• The ADA Does Not Give an Employee the Right to use Medicinal Marijuana.
  • Even the 14 States that Protect Employees do not Protect All Employees, Nor Give Blanket Rights to Use Medicinal Marijuana, Such as Still Banning Use at the Workplace.
  • Recent Shifts in Law, and Trends in Law have Favored Employees Being Able to Use Medicinal Marijuana.
  • The ADA Does Not Give an Employee the Right to use Medicinal Marijuana.

Now that all but four states have Medical Marijuana, Recreational Marijuana, or CBD/THC Low Dose Use, Laws, a common question I get from employers is “can I fire an employee for testing positive for medical marijuana?” Of course, employees ask, “can I be fired for testing positive for using medical marijuana?”

The answer is that it depends on what state you are in and the job being performed. In New York, Arizona, Arkansas, Connecticut, Delaware, Illinois, Maine, Massachusetts, Minnesota, Nevada, Pennsylvania, West Virginia, and based on a recent ruling, most likely, New Jersey, specific state laws protect some medical marijuana users from being fired for using medical marijuana. However, in states like Florida, Colorado, Georgia, Washington, Ohio and California, there are no state laws against firing someone for using medical marijuana https://www.nolo.com/legal-encyclopedia/state-laws-on-off-duty-marijuana-use.html.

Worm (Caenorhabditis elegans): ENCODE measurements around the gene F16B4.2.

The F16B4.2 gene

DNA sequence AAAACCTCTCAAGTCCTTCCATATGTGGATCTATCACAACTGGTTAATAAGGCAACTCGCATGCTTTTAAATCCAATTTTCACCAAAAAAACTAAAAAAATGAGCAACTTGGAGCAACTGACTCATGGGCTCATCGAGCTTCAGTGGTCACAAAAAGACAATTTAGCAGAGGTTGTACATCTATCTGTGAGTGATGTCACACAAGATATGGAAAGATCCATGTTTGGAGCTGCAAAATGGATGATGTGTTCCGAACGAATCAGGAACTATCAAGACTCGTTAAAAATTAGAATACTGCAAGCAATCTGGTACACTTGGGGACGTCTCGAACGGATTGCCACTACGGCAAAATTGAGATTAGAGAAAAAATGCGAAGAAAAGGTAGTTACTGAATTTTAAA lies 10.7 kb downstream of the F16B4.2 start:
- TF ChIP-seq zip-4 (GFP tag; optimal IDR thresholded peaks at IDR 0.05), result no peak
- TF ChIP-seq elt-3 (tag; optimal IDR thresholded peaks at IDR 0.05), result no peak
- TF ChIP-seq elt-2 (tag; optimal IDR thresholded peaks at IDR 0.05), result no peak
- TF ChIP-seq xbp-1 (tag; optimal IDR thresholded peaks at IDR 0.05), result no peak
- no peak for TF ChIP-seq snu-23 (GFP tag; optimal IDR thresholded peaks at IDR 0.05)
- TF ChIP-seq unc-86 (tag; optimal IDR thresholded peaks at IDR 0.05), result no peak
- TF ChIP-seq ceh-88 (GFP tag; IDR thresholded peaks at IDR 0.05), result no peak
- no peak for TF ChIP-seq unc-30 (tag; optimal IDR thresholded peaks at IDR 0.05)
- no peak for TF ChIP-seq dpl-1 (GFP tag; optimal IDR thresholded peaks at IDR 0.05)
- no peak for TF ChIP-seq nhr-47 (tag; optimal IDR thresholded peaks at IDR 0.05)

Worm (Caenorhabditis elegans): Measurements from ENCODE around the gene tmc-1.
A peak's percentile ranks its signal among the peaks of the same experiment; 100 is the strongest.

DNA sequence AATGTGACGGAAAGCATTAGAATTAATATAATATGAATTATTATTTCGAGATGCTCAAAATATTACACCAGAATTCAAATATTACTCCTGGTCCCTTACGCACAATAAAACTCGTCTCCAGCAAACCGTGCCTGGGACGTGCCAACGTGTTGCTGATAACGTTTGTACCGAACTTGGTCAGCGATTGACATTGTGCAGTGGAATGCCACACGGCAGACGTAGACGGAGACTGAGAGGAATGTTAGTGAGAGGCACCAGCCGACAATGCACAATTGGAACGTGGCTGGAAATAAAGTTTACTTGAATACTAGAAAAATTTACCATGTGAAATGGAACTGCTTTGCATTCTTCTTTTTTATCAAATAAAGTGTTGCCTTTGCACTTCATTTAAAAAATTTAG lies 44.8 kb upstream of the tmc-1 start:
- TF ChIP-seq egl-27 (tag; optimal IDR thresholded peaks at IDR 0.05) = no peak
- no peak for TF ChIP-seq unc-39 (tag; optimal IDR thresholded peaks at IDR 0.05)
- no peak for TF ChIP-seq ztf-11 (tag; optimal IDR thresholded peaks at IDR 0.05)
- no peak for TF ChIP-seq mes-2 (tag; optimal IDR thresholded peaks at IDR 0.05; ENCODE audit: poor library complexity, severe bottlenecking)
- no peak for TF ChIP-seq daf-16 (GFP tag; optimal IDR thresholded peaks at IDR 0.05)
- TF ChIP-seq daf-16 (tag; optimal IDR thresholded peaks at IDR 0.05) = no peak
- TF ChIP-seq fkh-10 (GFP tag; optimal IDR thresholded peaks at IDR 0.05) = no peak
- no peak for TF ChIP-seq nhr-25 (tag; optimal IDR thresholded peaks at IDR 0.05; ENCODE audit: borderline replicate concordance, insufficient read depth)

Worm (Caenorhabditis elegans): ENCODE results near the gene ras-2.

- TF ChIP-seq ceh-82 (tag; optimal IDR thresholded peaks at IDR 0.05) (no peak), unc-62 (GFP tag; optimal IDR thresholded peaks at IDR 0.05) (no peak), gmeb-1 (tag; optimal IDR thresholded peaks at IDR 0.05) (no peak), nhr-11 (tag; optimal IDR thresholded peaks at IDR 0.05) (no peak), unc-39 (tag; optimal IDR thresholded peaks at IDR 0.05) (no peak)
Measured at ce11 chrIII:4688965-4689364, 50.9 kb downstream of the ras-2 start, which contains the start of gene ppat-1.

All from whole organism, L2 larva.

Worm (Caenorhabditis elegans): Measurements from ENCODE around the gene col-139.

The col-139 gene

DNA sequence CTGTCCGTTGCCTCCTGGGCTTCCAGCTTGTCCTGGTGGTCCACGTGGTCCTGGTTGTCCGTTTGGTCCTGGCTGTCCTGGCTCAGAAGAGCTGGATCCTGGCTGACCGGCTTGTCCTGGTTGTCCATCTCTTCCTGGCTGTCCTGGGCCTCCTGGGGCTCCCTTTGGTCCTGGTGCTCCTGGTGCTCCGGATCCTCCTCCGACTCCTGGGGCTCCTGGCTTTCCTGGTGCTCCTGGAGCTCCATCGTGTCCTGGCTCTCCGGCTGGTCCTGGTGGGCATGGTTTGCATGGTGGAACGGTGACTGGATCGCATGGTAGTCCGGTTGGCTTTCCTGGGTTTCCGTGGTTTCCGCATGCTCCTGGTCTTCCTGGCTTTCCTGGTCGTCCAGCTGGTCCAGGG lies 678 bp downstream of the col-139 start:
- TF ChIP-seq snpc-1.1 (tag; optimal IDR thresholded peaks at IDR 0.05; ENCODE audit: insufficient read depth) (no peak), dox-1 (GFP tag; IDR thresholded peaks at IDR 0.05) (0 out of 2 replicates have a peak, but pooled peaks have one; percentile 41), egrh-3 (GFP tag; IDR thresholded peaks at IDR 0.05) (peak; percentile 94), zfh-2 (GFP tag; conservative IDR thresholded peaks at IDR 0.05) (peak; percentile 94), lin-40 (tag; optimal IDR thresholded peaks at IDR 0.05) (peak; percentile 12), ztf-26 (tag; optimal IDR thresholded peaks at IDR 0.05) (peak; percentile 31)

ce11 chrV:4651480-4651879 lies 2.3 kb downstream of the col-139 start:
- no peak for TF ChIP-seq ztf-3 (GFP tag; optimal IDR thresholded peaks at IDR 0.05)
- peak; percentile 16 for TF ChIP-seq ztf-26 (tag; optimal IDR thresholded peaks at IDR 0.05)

Whether medical marijuana use is grounds for termination, not hiring an employee, or denying workers compensation benefits, is a major issue employees, and employers, face today. There was an 81% increase, between 2014 and 2018, in post-worksite-accident positive drug tests, and a 20% minimum increases of positive test results, between 2015 and 2017, for the transportation, manufacturing, and construction industries https://www.businessinsider.com/the-future-of-marijuana-drug-testing-at-work-2019-4.

The ADA does not extend to medical marijuana, because Section 12114(a) of the ADA states that an employer is not obligated to accommodate an employee’s use of drugs prohibited under Federal Law. Even if Marijuana is legal under state law, it is not legal under Federal Law. Hence, the ADA does not require an employer to accommodate a medical marijuana user. To date, Federal Courts have held that the ADA does not apply to medical marijuana use.

The ADA does not require medical marijuana use to be accommodated an employer, and the law has been slow to develop in this area, because of the ambiguity created by marijuana being illegal under Federal Law but not under some states’ laws. In New Jersey, last month, an appellate court ruled that the state’s ban on disability-based employment discrimination includes medical marijuana, and the laws in most states are evolving, albeit slowly https://www.governing.com/topics/mgmt/gov-medical-marijuana-legalization-workplace-policies.html.

However, even in states that have protections for some medical marijuana use, use is, usually, not protected when on the worksite, by workers in safety sensitive positions, or for workplaces that fall under The Drug Free Workplace Act. Meaning, in a state with protections for employees using medical marijuana, a salesperson at Best Buy is probably protected, a waiter is probably protected, but a bus driver, a crane operator, a teacher, or an employee of a company receiving Federal Funding, are probably not protected.